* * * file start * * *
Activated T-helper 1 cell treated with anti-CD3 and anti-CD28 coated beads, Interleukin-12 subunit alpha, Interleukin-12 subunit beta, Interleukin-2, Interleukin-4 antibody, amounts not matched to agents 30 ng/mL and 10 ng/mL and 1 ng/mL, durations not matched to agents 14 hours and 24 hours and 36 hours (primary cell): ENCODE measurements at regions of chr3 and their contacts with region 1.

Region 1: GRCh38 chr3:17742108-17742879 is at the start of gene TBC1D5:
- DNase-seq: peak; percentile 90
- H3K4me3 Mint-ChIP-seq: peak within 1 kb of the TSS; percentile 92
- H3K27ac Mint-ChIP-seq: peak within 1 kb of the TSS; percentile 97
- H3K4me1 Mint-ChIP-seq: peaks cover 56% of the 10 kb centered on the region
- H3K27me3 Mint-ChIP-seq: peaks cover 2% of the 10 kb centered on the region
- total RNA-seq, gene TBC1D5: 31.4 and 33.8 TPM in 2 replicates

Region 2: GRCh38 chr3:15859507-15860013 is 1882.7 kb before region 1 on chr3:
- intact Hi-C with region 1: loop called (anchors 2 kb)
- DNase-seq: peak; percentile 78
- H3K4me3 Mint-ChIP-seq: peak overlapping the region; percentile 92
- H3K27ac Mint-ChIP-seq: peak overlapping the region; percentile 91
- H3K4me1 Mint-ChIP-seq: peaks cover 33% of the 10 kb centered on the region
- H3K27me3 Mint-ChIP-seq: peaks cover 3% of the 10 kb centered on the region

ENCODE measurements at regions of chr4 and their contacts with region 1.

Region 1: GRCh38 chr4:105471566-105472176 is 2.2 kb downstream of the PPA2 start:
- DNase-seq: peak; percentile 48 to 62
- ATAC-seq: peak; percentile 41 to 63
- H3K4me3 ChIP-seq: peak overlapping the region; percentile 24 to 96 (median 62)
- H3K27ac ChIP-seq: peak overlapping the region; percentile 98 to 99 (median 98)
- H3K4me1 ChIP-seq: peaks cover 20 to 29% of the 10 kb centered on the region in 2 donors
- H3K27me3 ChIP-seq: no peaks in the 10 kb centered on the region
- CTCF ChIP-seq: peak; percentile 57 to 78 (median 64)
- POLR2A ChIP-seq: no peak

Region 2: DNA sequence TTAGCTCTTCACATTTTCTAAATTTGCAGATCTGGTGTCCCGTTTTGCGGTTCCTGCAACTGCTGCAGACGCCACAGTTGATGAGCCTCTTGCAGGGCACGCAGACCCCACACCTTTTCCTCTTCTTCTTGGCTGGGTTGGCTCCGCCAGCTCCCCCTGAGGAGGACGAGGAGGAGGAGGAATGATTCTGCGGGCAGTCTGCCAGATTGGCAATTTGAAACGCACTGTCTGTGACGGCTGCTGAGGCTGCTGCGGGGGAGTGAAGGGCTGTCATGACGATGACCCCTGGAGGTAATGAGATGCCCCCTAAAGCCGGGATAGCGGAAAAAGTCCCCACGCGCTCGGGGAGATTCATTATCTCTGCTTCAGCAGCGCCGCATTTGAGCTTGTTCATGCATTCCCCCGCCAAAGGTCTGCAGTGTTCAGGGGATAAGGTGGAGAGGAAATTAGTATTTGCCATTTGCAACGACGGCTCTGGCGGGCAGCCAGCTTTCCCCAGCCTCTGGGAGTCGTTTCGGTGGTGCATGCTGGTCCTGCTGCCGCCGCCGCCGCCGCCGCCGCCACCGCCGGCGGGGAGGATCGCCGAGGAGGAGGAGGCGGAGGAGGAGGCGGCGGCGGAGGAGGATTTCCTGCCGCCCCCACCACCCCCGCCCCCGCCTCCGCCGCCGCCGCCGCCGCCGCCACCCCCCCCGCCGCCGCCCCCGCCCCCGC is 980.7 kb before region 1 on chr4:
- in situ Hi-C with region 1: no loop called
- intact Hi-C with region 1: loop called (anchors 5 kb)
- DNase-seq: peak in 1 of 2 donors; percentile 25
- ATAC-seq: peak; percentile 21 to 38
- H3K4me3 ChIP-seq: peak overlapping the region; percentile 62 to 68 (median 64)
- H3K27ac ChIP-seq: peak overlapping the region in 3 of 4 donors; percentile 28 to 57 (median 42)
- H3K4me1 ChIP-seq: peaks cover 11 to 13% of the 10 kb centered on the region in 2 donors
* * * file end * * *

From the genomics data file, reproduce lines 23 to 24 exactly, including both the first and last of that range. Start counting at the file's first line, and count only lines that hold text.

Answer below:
- H3K27me3 ChIP-seq: no peaks in the 10 kb centered on the region
- CTCF ChIP-seq: peak; percentile 57 to 78 (median 64)